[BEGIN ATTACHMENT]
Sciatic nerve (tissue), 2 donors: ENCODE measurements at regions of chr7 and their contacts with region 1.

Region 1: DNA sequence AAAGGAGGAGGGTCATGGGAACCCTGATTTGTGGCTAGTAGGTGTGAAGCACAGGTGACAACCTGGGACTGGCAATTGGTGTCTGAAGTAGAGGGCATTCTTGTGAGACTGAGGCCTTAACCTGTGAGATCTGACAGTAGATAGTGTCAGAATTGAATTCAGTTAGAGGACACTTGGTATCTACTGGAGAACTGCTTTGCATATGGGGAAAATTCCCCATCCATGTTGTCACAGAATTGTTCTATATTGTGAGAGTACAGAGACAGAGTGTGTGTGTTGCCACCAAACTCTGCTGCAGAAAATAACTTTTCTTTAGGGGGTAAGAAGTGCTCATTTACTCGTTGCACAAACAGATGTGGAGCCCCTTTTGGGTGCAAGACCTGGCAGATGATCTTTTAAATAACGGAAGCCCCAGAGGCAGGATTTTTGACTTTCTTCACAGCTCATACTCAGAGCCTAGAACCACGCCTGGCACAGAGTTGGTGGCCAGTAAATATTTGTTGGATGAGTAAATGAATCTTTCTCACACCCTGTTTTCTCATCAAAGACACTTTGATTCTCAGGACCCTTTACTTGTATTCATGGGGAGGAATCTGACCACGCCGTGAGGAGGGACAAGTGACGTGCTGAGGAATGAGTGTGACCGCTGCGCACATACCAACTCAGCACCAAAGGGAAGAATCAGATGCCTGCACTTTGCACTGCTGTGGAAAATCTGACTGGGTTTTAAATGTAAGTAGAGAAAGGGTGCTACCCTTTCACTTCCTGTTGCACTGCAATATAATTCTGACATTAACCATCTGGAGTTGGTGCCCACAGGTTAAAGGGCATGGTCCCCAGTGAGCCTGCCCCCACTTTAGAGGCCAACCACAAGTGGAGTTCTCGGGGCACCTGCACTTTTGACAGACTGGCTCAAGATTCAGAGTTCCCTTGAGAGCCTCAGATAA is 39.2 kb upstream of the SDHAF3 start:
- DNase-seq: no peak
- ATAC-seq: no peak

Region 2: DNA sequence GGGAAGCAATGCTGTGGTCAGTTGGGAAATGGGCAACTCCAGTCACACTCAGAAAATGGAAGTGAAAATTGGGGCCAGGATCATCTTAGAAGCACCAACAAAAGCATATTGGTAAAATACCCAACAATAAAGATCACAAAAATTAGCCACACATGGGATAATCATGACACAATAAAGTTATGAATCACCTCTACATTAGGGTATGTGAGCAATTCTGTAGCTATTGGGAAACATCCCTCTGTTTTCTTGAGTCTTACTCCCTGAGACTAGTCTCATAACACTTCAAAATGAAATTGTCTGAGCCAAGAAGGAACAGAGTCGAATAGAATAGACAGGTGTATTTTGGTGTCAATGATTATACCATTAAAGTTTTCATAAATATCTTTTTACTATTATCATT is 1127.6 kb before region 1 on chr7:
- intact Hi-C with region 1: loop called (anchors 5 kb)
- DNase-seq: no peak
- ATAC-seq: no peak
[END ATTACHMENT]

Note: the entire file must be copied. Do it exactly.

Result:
Sciatic nerve (tissue), 2 donors: ENCODE measurements at regions of chr7 and their contacts with region 1.

Region 1: DNA sequence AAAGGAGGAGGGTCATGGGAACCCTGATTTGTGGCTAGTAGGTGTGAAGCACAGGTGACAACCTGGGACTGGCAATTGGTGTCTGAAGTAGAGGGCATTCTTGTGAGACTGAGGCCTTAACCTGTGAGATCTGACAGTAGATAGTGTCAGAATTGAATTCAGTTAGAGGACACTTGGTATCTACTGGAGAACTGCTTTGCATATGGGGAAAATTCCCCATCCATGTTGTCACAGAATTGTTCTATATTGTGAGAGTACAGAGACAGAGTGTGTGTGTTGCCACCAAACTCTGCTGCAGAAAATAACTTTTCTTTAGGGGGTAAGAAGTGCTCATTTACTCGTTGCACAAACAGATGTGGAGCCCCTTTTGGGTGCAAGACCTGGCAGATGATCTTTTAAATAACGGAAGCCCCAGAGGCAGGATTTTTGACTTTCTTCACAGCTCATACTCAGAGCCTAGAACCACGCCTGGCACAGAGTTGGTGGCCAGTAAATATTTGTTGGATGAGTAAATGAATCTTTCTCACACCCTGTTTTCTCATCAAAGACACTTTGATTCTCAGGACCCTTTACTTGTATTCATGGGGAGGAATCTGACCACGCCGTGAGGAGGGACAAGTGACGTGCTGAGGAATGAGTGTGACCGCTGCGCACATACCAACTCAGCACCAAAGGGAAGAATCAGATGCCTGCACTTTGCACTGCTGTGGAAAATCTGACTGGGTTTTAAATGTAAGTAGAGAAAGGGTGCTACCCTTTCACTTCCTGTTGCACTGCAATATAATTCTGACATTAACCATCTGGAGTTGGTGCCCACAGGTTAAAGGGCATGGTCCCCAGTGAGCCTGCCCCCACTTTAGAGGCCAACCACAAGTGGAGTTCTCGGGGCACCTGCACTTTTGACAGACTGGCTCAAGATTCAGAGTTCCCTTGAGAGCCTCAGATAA is 39.2 kb upstream of the SDHAF3 start:
- DNase-seq: no peak
- ATAC-seq: no peak

Region 2: DNA sequence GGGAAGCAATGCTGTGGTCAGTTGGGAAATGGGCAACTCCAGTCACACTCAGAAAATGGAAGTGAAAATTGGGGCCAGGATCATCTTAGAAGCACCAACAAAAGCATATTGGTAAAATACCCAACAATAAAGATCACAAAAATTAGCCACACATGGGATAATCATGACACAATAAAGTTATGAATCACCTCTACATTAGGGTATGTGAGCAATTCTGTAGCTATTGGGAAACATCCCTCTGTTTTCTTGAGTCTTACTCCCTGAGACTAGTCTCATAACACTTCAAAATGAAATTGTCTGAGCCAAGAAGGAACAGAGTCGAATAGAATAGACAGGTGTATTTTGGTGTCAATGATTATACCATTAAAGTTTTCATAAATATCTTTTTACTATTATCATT is 1127.6 kb before region 1 on chr7:
- intact Hi-C with region 1: loop called (anchors 5 kb)
- DNase-seq: no peak
- ATAC-seq: no peak